Right off the bat, you’re thrown into the deep end as you find yourself in Linda’s classroom late at night. Something is clearly off too, as the whiteboard contains threatening graffiti and the few students on the premises are cowering in fear of some lurking evil. It’s a strong start to the game as the tension quickly reaches a crescendo, and the haunting music makes you weary of what’s lurking around every corner. Ultimately though, this prologue is all about introducing you to Linda’s primary tool: her smartphone, along with its many uses – including a note tracker, a torch, and the all-important camera..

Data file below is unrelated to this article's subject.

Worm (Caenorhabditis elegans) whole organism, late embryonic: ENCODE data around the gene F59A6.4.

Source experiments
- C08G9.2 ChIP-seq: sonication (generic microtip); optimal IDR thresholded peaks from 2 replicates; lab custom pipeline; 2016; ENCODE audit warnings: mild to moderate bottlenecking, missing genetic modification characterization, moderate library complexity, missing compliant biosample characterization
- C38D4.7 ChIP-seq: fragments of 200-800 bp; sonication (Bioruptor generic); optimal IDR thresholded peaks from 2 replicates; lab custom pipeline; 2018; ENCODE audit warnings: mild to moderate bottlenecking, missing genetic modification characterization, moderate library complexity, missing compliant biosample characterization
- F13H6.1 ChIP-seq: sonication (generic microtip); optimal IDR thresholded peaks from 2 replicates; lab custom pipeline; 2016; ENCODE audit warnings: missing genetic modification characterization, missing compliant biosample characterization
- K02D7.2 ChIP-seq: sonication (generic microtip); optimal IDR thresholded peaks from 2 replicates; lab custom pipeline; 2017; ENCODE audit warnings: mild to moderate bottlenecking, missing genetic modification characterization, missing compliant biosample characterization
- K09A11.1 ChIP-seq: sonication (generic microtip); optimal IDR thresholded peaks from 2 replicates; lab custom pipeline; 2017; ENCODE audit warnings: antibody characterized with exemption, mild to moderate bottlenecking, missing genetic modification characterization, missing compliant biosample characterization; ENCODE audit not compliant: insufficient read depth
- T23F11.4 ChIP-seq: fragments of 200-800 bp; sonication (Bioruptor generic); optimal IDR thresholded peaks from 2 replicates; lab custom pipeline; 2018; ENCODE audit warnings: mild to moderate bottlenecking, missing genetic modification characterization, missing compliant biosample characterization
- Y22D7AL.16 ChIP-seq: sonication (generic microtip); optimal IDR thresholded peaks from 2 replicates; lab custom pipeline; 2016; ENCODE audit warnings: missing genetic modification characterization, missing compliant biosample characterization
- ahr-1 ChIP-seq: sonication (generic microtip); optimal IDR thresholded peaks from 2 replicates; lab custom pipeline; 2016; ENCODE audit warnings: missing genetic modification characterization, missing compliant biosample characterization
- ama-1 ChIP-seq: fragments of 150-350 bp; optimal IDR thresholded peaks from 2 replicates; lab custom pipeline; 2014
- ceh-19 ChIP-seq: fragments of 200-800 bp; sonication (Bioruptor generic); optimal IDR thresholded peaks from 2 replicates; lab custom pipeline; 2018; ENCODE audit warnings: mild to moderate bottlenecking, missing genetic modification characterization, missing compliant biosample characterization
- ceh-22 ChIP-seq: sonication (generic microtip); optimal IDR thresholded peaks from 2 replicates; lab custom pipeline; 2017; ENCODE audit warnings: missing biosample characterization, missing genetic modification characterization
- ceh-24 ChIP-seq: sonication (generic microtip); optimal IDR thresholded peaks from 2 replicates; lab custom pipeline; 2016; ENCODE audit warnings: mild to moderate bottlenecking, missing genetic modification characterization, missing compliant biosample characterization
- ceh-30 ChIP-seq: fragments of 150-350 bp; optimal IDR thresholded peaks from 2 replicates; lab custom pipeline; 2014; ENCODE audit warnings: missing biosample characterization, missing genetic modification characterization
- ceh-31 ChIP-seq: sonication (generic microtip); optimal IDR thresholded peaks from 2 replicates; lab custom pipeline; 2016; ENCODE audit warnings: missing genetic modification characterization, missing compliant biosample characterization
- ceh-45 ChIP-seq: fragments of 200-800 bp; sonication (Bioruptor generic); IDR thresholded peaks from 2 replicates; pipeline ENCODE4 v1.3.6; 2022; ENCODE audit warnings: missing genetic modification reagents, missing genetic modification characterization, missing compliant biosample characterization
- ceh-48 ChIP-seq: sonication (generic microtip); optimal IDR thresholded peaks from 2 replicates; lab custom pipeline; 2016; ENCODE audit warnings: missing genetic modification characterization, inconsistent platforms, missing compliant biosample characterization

Linda’s smartphone is no doubt where the Fatal Frame / Project Zero comparisons come in too, as this camera is used to banish evil spirits via a quick snap or a slower but stronger charge shot. Some foes will require special timing to take out, or precise shots (usually to the head), so careful precision is required in order to survive. There’s no visual indicator for where spirits are going to come from either, so you’ll be reliant on your quick observational skills or audio clues to indicate where they’ll appear. It’s not quite as overwhelming as it sounds though, and there were very few times where an approaching attack felt unfair.